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In this video about scaling hundreds of thousands of users without caching the guy is talking about Erlang Statefull Server. Before they were using Ruby Stateless.

What does a statefull server actually mean? What's the difference between a user's session and that statefull object on the server?

And why would Ruby, PHP, Java or ASP.NET not be able to do the same as Erlang?

Update: in the end the guy said he was obliged to combine Erlang and Ruby so it implies he couldn't do it with Ruby alone.

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"Why would ... not be able to" [citation needed] –  Ignacio Vazquez-Abrams Apr 8 '12 at 16:42
    
The guy said he was obliged to combine Erlang and Ruby so it implies he couldn't do with Ruby alone. –  user310291 Apr 8 '12 at 16:45

2 Answers 2

up vote 3 down vote accepted

I haven't watched the presentation yet, but from the summary it looks like a gaming platform. Which is quite different than you standard business application. Your standard business app maintains a small amount of session local state and that state usually doesn't need to be shared between threads. Our standard business app rely heavily on databases and caches for sharing business data.

These multi-player gaming systems would require near real-time manipulation of state that needs to be access by many threads. This is where Erlang excels. It's not that you can't do this in other languages, but you can't do it as as safely or as efficiently.

  • Unlike Ruby, there are no locks in Erlang's concurrency model. Erlang uses a message-passing concurrency model (known as the Actor model). There is no shared mutable memory, so avoid a lot of hard to find programming bugs.
  • The Erlang runtime can support hundreds of thousands of light-weight "processes" that can be created and destroyed with very little overhead.
  • Erlang's per-process heap make garbage collection quick and allows for near real-time applications.
  • Erlang's support for distributed computing excellent, so scaling up by adding hardware is relatively easy.
  • Erlang's exception handling and it's supervisory pattern make managing application error easy, even between nodes on the network.
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Thanks. Do these light-weight process allow to create states for Objects if I interpret his "Statefull Server" ? –  user310291 Apr 9 '12 at 19:52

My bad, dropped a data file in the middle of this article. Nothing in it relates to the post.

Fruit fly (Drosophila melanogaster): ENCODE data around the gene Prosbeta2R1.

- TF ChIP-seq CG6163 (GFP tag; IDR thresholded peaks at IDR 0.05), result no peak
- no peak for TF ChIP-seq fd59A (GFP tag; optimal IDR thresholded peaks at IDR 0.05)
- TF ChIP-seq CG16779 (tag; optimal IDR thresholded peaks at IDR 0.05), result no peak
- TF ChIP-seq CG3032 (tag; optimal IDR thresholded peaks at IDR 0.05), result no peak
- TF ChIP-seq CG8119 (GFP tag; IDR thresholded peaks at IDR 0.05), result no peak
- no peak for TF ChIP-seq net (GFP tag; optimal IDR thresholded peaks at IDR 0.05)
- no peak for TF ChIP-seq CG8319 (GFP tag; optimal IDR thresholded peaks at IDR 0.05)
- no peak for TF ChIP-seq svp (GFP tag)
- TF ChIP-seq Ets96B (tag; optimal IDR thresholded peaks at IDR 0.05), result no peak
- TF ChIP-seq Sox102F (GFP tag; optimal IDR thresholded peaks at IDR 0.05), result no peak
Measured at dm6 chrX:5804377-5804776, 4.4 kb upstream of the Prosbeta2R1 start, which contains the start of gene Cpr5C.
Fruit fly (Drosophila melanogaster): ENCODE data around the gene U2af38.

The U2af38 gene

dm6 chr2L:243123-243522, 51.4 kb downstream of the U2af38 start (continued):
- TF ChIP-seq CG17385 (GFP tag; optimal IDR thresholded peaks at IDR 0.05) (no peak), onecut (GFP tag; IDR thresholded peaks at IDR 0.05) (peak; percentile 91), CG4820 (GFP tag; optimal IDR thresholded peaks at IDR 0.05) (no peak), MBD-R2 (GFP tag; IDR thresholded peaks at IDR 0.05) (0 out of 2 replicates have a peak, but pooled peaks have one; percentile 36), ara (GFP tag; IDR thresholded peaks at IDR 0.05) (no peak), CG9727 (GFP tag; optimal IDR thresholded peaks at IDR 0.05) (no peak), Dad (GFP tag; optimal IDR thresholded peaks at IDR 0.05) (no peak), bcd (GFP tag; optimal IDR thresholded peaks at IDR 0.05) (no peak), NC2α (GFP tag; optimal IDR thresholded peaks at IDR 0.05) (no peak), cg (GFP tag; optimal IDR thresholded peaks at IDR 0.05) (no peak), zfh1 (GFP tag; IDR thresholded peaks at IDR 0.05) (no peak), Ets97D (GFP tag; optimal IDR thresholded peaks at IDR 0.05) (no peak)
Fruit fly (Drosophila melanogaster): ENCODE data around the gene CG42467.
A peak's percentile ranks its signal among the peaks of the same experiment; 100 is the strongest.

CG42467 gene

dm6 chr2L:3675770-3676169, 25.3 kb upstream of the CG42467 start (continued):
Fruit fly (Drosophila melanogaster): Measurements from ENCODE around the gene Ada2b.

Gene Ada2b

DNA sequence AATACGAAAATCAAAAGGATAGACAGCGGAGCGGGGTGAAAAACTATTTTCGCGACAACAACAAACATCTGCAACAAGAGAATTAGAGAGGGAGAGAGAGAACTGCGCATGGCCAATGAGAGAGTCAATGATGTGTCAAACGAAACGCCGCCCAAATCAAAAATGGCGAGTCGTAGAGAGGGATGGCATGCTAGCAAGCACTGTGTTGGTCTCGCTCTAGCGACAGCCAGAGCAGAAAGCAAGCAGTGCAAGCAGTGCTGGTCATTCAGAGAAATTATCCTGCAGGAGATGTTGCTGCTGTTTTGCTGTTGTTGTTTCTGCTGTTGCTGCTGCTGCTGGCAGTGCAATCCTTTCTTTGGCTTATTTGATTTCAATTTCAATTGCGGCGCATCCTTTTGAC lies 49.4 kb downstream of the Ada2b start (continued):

Yes, state is maintained within these light-weight processes on the process stack. It is accessed and updated by sending messages to the process. There are OTP library modules that provide a framework for servers and FSM's. –  dsmith Apr 10 '12 at 21:20
    
I should mention that the JVM language "clojure" also has an interesting approach to concurrency. Like Erlang, it is a dynamic, functional language that favours immutable data, but instead of maintaining state on the stack of a process, it provides language constructs (called refs) that allow safe, lockless manipulation of state. –  dsmith Apr 10 '12 at 21:26
    
The Erlang runtime can actually support millions of processes, it all depends on how much memory you have available. –  rvirding Apr 10 '12 at 23:16

A stateful server/app is one that maintains some state between user's requests. Your normal web app is stateless. Each new request is treated as completely new. If you want to persist some information, you use session (normally stored in cookies).

This allows for free scaling of web workers: you just launch as many workers as you need.

Stateful servers/apps allow to perform operations quicker (no need to fetch data from the database each time) and to save on transmitted information (you don't need to pass cookies back and forth), but you pay with reduced scalability. Now you can't just throw incoming request to any vacant worker, you need to direct it to the worker that has user's state.

Surely, you can program in both ways with Ruby. Rails/Sinatra for stateless web apps, EventMachine for stateful daemons.

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"but you pay with reduced scalability": well in this case it's clearly for increase scalablity. –  user310291 Apr 8 '12 at 17:12
    
@user310291: do you have some proof? I have, in the post :) –  Sergio Tulentsev Apr 8 '12 at 17:13
    
What do you mean by "user's state" here ? Because he does oppose user's session with state objects so he doesn't use user's state. –  user310291 Apr 8 '12 at 17:13
    
scalability: that's the very subject of his conference :) "wooga is the second largest developer of social games in the world with more than 5 million daily users and serve more than 10 billion http requests/month". –  user310291 Apr 8 '12 at 17:15
1  
Well, watch it again :) –  Sergio Tulentsev Apr 8 '12 at 17:52

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